What is ‘contactless healthcare’ and why is it important?
We’ve all now become very familiar with ‘contactless payments’, with the pandemic escalating its use across most transactional environments. But what does ‘contactless’ mean in healthcare, and why is it important for clinical environments to adopt it now, more than ever?
The meaning of a ‘contactless environment’ in healthcare is about creating an environment in private medical practices that's safer, involves less risk of direct human contact. This is important not only to minimise transmission and health risks for patients but also for healthcare providers, whether it's practice managers, reception staff or the doctors themselves.
Technology that enables a contactless health environment allows for practitioners and medical staff to offer the same services they normally would - booking an appointment and checking in but through online applications that don’t require direct contact. Another example of contactless healthcare which we’re now all familiar with is telehealth consults, which have risen substantially since the pandemic.
While some practices are implementing some contactless habits, many are still passing around pens and a clipboard to multiple patients, creating a risk of spreading infections.
On top of this, in today's scenario where you have the effects of the pandemic to manage, doctors and practice owners also have a fundamental fiduciary duty to also keep their staff safe. To do this they should implement a contactless environment through the power of cloud health technology.
With the power of cloud medical practice software, some staff could work remotely while taking appointments, taking bookings, completing information, managing referrals and billing. Meanwhile other staff members can still be working in the clinic greeting patients.
Why is a contactless environment in healthcare important?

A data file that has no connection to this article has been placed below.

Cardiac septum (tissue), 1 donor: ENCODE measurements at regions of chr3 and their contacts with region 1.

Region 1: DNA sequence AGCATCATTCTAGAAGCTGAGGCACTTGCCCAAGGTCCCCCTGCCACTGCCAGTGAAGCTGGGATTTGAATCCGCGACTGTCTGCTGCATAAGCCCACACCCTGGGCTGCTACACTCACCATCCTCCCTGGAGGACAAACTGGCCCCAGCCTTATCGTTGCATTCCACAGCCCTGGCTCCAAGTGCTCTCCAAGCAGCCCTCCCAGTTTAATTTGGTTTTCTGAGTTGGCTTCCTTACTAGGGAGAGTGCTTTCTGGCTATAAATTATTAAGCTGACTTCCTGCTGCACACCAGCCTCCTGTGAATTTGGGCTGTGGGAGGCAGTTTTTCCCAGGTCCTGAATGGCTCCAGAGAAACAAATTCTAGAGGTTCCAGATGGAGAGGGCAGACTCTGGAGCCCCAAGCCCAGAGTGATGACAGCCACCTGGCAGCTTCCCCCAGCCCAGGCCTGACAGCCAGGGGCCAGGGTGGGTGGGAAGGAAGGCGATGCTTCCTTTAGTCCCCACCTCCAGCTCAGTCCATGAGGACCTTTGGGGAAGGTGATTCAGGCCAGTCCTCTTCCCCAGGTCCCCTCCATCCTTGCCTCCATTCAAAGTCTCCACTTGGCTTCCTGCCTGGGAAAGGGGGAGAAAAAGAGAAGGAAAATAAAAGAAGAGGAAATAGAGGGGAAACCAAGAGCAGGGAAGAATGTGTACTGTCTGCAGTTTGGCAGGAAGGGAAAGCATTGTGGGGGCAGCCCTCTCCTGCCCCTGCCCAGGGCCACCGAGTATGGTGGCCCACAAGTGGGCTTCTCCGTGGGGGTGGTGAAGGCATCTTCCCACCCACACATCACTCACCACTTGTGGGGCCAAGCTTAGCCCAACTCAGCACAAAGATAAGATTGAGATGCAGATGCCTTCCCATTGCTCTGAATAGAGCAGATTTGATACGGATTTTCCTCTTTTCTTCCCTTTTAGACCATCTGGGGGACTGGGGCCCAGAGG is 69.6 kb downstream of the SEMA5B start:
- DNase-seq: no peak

A ‘contactless healthcare environment’ is important for two reasons. Firstly it creates a solution for the current pandemic - minimising exposure to infections and germs. Secondly, it creates efficiencies for clinical staff.
If you're running a reception desk in a busy medical practice, the more you can get the patient to do, the less your staff has to do.
The practice is under duress already with patients being more anxious and appointment confusion on the rise. The more efficiency you can create at the front desk, the more time you can open up to focus on patient care.
Why do patients need technology that supports a contactless health environment?
Patients need technology ultimately because patients want to be engaged in their own care journey outside the four walls of the clinic. Nobody chooses to be sick, no one wakes up and decides to be sick. But when you do get sick, you want to be part of your own health journey you want to be very much involved - and technology can enable that.
You want to contribute to making healthcare more efficient and help yourself recover as quickly as possible. After all, patients are busy people and they too want efficiency. I have spoken to a number of younger patients and almost all of them said they are more likely to go see a doctor that allows booking remotely, as an example. Having that patient engagement online is crucial for a clinic to be successful.